Change that sticks. Finally.

Great Conversations start with Listening. Listen to understand.

Posted May 28, 2015

We believe that you can improve your conversations with some simple ideas. Simple, not easy. We’ll talk about “frame of reference” and listening skills.

How many conversations have you had that deteriorated to (a version of) “Yes, it is!” “No, it isn’t!”? Even with people in our own team – you all have the same goals and you all have the same targets and ought to see the world in the same way. Not true.

Some wants to reduce cost, some wants to build more business. Some thinks the team-building weekend is great, some think it’s a waste of time. Some believe that the ball is blue, some claim it is red.

How is it that we look at exactly the same, and we see completely different realities?

We are all different. Reality is not what IT is, reality is what YOU are. It is subjective.

We all have a different “Frame Of Reference”. All I know is that my frame of reference (FoR) is different from yours. I have a different set of beliefs, values, needs, education and culture (family, company or national culture) than you have. I have different MBTI or OPQ profile, different religion and different experiences. You can continue this list.

Everything that fits in my frame of reference is good. It feels comfortable and I see the benefit and it feels right. Anything that’s outside my FoR is not good, it’s bad or alien or scary or not easy to understand and it feels wrong. Or I don’t even see it at all!

So how can we work together? Collaborate and co-create? When my world is different from yours?

We need to find overlaps in our frames of reference. In every conversation I have an opportunity to understand what goes on in your FoR. Not to convince or win but to understand. Be interested before interesting.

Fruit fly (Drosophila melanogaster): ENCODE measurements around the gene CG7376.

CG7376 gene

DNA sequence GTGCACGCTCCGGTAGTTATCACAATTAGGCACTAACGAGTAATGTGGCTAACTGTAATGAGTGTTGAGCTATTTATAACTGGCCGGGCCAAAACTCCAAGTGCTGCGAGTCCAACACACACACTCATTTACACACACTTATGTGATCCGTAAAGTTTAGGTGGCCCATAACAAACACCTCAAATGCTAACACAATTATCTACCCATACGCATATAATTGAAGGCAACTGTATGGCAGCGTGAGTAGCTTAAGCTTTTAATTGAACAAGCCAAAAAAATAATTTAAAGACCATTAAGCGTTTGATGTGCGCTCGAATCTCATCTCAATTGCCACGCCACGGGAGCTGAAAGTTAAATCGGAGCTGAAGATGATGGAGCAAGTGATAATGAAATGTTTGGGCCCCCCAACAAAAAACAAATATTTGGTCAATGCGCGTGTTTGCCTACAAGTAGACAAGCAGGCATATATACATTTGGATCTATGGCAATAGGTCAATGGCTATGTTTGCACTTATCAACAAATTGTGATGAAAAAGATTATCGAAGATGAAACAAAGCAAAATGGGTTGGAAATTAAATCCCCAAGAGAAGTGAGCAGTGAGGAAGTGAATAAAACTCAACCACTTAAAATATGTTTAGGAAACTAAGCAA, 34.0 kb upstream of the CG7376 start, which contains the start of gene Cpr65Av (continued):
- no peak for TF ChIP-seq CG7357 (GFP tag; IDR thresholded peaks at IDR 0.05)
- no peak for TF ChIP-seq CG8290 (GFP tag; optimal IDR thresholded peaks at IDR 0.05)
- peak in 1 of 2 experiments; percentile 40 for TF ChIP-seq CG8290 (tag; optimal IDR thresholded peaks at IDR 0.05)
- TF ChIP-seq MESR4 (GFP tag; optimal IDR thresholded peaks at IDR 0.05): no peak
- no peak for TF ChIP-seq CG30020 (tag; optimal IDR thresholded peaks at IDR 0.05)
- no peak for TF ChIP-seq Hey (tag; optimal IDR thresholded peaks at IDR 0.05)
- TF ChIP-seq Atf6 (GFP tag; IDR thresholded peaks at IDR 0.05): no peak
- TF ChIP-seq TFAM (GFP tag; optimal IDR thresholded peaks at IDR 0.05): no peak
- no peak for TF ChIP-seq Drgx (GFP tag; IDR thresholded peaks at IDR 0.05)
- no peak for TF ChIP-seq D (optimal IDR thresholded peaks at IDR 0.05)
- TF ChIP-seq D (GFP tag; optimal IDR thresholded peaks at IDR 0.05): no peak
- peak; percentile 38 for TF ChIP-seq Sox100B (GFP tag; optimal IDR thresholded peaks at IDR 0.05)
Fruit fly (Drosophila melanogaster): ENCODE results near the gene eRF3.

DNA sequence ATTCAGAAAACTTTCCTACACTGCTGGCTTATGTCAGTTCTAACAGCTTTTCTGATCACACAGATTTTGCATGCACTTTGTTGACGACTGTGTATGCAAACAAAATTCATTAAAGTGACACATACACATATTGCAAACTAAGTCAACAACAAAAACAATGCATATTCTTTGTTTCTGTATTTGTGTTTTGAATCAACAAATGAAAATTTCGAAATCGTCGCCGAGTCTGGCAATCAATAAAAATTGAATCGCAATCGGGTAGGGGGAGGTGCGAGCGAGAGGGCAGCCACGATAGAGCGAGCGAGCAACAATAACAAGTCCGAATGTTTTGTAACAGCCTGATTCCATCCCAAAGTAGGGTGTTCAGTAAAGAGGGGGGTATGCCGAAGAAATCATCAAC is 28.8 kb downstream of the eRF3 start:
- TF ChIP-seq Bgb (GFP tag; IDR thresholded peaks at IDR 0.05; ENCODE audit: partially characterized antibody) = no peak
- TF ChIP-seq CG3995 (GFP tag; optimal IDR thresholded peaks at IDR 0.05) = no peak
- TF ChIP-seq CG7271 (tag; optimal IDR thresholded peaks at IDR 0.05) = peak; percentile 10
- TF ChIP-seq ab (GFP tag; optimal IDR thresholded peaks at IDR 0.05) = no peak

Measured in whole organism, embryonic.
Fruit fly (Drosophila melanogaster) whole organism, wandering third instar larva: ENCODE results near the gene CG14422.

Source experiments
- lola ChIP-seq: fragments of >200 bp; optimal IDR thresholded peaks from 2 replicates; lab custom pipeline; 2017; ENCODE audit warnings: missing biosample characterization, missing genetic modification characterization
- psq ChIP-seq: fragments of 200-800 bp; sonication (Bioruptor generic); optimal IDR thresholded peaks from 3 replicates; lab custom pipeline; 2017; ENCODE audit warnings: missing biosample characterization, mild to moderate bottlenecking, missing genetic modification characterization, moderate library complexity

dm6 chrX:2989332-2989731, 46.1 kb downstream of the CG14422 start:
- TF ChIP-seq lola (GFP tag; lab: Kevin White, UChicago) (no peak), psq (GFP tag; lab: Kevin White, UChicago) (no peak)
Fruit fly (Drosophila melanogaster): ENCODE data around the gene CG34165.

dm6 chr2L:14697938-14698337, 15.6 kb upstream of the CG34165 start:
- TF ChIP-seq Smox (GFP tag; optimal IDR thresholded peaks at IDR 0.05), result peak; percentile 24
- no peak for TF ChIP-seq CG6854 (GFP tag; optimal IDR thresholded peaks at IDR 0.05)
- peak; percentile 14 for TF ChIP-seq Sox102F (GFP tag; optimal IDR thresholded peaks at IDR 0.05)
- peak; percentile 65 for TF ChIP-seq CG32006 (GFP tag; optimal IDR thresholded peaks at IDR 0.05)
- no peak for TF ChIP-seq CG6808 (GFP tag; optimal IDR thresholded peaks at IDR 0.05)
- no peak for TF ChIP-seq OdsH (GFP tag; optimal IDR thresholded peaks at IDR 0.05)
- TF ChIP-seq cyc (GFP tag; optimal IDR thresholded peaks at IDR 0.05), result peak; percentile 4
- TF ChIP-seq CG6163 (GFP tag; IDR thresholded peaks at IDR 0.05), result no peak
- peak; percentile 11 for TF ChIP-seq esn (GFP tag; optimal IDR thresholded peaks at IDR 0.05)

Unless I understand what goes on in your frame of reference and WHY you have the opinion that you have, it’s going to be very hard to collaborate with you.

Idea 1: Listen to understand.

Ok, so you are dedicated to be more curious about the other person’s frame of reference, and you walk into the conversation with the best of intentions.

…and you find yourself in a conversation where you KNOW that the other person is NOT listening? She is just waiting for you to finish your sentence so that she can counter with her arguments. Doing what we call “reloading the gun”? And starts her next sentence with “Yes, but…”

…so YOU find it hard to listen! And start your next sentence with: “Yes, BUT…”?

We’ve all been there.

When you walk into a conversation you are carrying a box in front of you. In this box is your frame of reference, your point of view and all the arguments you have planned. The other person is carrying her box. Both of these boxes bump into each other and they get in the way of the conversation. You only want to explain what is in your box and the other person is doing the same, what happens? Nobody listens.

You can only change yourself. So don’t even start to think: “if only the other would listen better, this conversation would be more fruitful”. Just don’t. You can change this.

Imagine a pedestal, a small table beside you. It has a nice tablecloth, it is solid and it is a nice place for boxes to be placed FOR A WHILE. Put your box there for a while. It will not disappear. It will not loose power and it will not change (unless it does :-)

Now you are ready to be interested in the others person and what’s in her box. Explore. Ask questions. You want to understand. Will your box try to jump back into the conversation? Of course it will, and you notice it when you catch yourself saying “yes, but…” When this happens – turn your attention back to her and listen to what she is saying. Ask more questions.

I hear you ask: “So what happened to my arguments – I have a job to do to influence this person. When is she going to listen to what’s in my box?” Simple. When you are interested in what’s in her box. When you show that you want to understand WHY she’s having her opinion, then she will be more interested in listening to what’s in your box. But only then.

Idea 2: Put your box aside.


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